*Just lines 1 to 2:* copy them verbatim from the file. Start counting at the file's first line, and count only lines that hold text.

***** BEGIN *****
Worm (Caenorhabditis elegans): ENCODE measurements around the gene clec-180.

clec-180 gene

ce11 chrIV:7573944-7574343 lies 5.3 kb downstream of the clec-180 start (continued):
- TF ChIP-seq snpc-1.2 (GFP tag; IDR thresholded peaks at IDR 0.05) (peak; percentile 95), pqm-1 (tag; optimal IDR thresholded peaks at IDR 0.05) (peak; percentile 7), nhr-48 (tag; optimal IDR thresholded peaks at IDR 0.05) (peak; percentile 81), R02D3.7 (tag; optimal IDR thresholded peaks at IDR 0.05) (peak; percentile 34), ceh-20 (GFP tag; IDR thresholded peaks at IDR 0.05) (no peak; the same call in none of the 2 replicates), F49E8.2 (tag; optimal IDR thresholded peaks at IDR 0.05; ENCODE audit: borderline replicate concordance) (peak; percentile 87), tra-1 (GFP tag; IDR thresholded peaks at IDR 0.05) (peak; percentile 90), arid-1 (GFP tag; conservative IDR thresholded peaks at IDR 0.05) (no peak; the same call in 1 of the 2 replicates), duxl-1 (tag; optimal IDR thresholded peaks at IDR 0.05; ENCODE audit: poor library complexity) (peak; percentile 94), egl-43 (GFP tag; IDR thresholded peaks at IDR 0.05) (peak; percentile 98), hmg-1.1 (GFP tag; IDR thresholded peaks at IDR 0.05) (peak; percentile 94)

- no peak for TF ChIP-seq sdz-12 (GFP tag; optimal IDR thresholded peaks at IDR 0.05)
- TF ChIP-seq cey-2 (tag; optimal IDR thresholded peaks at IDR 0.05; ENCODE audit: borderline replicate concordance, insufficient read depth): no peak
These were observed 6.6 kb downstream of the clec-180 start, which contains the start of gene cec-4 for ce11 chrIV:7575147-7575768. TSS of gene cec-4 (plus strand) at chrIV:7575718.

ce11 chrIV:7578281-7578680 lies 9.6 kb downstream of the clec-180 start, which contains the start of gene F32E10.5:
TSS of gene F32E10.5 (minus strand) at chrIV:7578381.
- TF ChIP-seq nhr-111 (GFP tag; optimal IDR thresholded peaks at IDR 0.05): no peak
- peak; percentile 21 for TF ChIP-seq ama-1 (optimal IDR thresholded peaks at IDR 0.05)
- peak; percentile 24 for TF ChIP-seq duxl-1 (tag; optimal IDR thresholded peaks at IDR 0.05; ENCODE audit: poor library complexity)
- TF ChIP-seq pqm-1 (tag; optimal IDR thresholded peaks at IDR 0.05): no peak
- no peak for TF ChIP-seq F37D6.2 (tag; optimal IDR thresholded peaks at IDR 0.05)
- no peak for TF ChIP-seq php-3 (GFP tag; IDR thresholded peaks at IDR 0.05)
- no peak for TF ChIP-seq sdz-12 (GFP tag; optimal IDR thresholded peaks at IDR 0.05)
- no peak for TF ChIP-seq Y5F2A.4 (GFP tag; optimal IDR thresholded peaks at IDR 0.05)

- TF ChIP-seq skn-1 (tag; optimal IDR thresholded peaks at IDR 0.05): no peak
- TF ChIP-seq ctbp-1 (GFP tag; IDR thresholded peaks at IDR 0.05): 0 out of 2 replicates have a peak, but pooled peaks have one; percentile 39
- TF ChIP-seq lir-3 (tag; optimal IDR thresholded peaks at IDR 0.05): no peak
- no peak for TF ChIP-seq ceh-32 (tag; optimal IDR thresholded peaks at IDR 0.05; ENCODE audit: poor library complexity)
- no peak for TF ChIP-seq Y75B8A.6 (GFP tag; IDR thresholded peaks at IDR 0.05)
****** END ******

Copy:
Worm (Caenorhabditis elegans): ENCODE measurements around the gene clec-180.

clec-180 gene